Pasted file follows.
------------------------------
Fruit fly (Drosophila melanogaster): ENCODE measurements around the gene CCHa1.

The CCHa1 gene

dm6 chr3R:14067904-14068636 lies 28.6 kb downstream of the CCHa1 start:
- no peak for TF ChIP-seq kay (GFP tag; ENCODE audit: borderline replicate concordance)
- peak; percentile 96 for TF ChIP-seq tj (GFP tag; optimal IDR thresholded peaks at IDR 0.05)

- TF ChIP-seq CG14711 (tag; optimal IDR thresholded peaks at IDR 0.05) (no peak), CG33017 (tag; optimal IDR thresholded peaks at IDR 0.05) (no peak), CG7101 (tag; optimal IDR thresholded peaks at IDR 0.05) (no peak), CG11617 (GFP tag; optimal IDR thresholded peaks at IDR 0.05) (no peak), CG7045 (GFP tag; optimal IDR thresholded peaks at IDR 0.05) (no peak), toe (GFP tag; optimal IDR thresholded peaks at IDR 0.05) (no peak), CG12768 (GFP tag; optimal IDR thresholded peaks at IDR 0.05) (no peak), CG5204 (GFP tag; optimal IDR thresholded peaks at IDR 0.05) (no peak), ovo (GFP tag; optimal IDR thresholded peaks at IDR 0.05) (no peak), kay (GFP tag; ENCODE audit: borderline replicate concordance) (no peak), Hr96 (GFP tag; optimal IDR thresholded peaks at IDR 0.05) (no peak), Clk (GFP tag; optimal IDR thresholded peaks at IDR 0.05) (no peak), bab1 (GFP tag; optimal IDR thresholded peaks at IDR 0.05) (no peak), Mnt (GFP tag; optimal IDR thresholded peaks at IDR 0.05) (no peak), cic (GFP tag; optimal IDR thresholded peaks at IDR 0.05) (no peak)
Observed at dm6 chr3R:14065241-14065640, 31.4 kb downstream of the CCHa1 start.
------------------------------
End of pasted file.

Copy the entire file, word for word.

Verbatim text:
Fruit fly (Drosophila melanogaster): ENCODE measurements around the gene CCHa1.

The CCHa1 gene

dm6 chr3R:14067904-14068636 lies 28.6 kb downstream of the CCHa1 start:
- no peak for TF ChIP-seq kay (GFP tag; ENCODE audit: borderline replicate concordance)
- peak; percentile 96 for TF ChIP-seq tj (GFP tag; optimal IDR thresholded peaks at IDR 0.05)

- TF ChIP-seq CG14711 (tag; optimal IDR thresholded peaks at IDR 0.05) (no peak), CG33017 (tag; optimal IDR thresholded peaks at IDR 0.05) (no peak), CG7101 (tag; optimal IDR thresholded peaks at IDR 0.05) (no peak), CG11617 (GFP tag; optimal IDR thresholded peaks at IDR 0.05) (no peak), CG7045 (GFP tag; optimal IDR thresholded peaks at IDR 0.05) (no peak), toe (GFP tag; optimal IDR thresholded peaks at IDR 0.05) (no peak), CG12768 (GFP tag; optimal IDR thresholded peaks at IDR 0.05) (no peak), CG5204 (GFP tag; optimal IDR thresholded peaks at IDR 0.05) (no peak), ovo (GFP tag; optimal IDR thresholded peaks at IDR 0.05) (no peak), kay (GFP tag; ENCODE audit: borderline replicate concordance) (no peak), Hr96 (GFP tag; optimal IDR thresholded peaks at IDR 0.05) (no peak), Clk (GFP tag; optimal IDR thresholded peaks at IDR 0.05) (no peak), bab1 (GFP tag; optimal IDR thresholded peaks at IDR 0.05) (no peak), Mnt (GFP tag; optimal IDR thresholded peaks at IDR 0.05) (no peak), cic (GFP tag; optimal IDR thresholded peaks at IDR 0.05) (no peak)
Observed at dm6 chr3R:14065241-14065640, 31.4 kb downstream of the CCHa1 start.